Schizophrenia is a mental illness that affects thoughts, emotions and even behavior. It’s severity is achieved gradually with symptoms that include hallucinations, altered reality and even disorganized thinking among others. Often when it is believed that the patient will be a danger to his or herself and others, they are institutionalized so the condition can be stabilized.
Max Happiness, written in first person narrative, is a series of thoughts as they run through the character’s mind. This character is schizophrenic and therefore presents many different ideas in quick succession. This presentation of thought provides insight into how people with this condition think and feel if they are misunderstood. As a person looking in from the outside, one would be compelled to quickly dispel any fantasies or notions that do not conform to reality. However, from this text it is clear that the approach used to do this matters quite a bit. The person in this book talks about how his ‘abilities’ albeit imagined have had him committed.
This book by Ali Ismail is enlightening, but not in an informational booklet kind of way. It is enlightening in that it gives the reader first hand experience of a schizophrenic’s train of thought. This is meant as an advocacy exercise for people with this condition. To raise awareness and shine a light on their plight. They really do believe the things they utter so there is need for some sensitivity when interacting with them. From the way the thoughts are structured, it is clear that this character is an otherwise sober individual.
The author has done well to introduce the character first before introducing the condition they suffer from. I think this gives the reader time to endear themselves to the character before they can start to sympathize. The author has also done a good job of making the prose so confusing and discombobulating that one feels like they are reading an anagram. The spontaneity of speech and thought is quite complicated. This provides a truly accurate picture of the patient’s thought process.
This book is a good effort towards advocacy for schizophrenia. However, it does require a bit of an edit. For example, use the right ‘there/their’ and so on. For such a short book, these little mistakes really do stand out.
Otherwise, this is worth taking the twenty minutes or so that you would need to read the contents. It is also worth the one minute it will take to recommend it to someone. It would be nice to expand it a little more to provide a more wholesome picture of the life of the character. This is just one day in the life.
Pages: 6 | ASIN: B07N2RHTW5
Heartbreaker, by Thomas Duffy, is a dramatic story about a young woman, Amber Robertson. The book opens in Brooklyn on Amber’s 19th birthday. Her birthday is eventful as it is the first time she is arrested (for stealing). While in jail, she meets Missy, another young woman, who has been arrested for prostitution. As Amber and Missy talk, Amber decides that the life of an escort is as good as any other (and could help her earn some much needed money).
Amber starts her business with some online advertising as an independent escort. Unfortunately, she immediately draws the attention of a pimp, Pete. He starts making promises of protection for a cut of Amber’s money. Soon, her landlord, wants to evict her, so she starts renting motel rooms.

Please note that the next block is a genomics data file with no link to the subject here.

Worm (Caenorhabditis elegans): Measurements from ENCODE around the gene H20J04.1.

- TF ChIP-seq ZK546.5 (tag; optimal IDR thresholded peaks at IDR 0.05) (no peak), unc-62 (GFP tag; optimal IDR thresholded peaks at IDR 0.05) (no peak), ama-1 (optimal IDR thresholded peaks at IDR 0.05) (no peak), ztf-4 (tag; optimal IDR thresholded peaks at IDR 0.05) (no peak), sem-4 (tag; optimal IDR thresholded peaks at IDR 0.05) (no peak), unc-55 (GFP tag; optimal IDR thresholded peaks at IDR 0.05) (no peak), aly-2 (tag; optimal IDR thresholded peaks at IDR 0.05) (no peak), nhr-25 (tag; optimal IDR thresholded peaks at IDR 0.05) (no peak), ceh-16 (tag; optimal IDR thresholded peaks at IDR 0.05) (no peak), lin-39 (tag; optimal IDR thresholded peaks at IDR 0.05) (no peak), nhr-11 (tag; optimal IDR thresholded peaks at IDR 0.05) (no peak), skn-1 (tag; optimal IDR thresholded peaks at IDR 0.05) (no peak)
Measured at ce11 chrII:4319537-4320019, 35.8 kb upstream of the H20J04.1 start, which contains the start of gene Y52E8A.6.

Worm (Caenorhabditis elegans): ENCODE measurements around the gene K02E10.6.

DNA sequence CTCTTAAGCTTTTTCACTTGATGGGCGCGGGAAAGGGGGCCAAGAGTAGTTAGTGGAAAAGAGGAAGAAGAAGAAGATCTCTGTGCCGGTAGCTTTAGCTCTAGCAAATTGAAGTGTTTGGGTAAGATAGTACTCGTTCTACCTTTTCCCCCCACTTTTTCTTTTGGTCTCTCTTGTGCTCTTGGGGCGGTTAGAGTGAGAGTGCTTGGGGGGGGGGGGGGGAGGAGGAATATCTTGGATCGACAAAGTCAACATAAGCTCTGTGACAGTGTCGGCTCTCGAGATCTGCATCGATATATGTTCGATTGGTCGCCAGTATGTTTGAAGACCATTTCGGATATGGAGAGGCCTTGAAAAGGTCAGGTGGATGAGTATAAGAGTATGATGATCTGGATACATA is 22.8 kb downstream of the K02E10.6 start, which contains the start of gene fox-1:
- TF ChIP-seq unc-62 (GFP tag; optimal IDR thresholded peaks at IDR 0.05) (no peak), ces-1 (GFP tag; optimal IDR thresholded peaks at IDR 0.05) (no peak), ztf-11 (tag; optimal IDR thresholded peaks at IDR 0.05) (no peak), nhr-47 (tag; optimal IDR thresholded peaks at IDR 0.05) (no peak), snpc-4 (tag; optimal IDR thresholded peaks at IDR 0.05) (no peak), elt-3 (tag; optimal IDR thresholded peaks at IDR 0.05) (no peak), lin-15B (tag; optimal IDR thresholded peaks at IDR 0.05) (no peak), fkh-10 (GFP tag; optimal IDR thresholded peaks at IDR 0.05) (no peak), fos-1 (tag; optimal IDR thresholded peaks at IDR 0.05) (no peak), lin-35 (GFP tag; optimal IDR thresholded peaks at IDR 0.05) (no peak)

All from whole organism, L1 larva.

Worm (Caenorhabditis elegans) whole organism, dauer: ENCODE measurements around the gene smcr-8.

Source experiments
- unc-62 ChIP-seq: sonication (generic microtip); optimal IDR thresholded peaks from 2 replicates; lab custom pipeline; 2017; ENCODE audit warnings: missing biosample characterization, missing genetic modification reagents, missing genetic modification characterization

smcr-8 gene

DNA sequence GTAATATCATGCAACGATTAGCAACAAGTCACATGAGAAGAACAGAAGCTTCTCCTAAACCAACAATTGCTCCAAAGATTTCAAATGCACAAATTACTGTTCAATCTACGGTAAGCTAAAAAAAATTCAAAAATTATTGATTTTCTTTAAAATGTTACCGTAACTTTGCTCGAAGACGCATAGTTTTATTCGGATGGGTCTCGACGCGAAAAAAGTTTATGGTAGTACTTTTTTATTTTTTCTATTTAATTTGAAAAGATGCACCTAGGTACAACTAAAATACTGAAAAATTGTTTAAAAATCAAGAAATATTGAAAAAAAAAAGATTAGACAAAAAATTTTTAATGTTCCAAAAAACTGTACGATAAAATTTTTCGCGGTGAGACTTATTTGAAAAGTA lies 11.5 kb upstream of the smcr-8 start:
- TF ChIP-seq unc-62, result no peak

Unfortunately, she soon faces bigger problems. She’s kidnapped by one of her clients and starts a sordid love affair with another that eventually makes a sudden turn into something even more frightening.
As you can imagine, this book is complex and not necessarily a feel-good story. Heartbreaker’s protagonist, Amber, goes on a wild and weird anti-heroic arc right from the beginning of the story and the audience can see how those early misfortunes lead to an increasingly painful and tumultuous life. She initially presents as both hesitant and impulsive; constantly not sure about what she wants to do, but will then make a sudden and foolhardy decision.
As a reader, there is some sympathy for Amber. She ends up in pretty bad situations. Anytime things start to look as though they may improve for her, it only gets worse. Yet, she is also frustrating. Her impulsivity sometimes leads her into her worst outcomes. For example, late in the story she takes bold, rash action. Of course, I am avoiding sharing the ending here to prevent spoilers, so you will have to read for yourself to see how Amber’s story fully unfolds.
This story, in its own way, forces the reader to examine the evil that can hide in people. The evil, within the story is almost infectious, capable of spreading from person to person, evolving and mutating along the way as it collides with new lives, who act it out in their own unique way. Amber’s progression through the story seems to demonstrate her methods for confronting the evil in her past and present. It shows how she, like anyone, is capable of becoming somewhat immune to bad acts, bad people, and a bad life. Like so many people, she acts out what she has seen and experienced by replicating pain onto others.
This book is well-written, but I felt there were some issues with the pacing. At points the story seemed to drag out, such as during Amber’s interactions with Miguel and Jeffrey. I think these could have been shortened up a bit without losing any essential character development. Heartbreaker is written for mature, adult readers, who enjoy dramatic characters in intense and emotional situations.
Pages: 184 | ASIN: B017UZDW02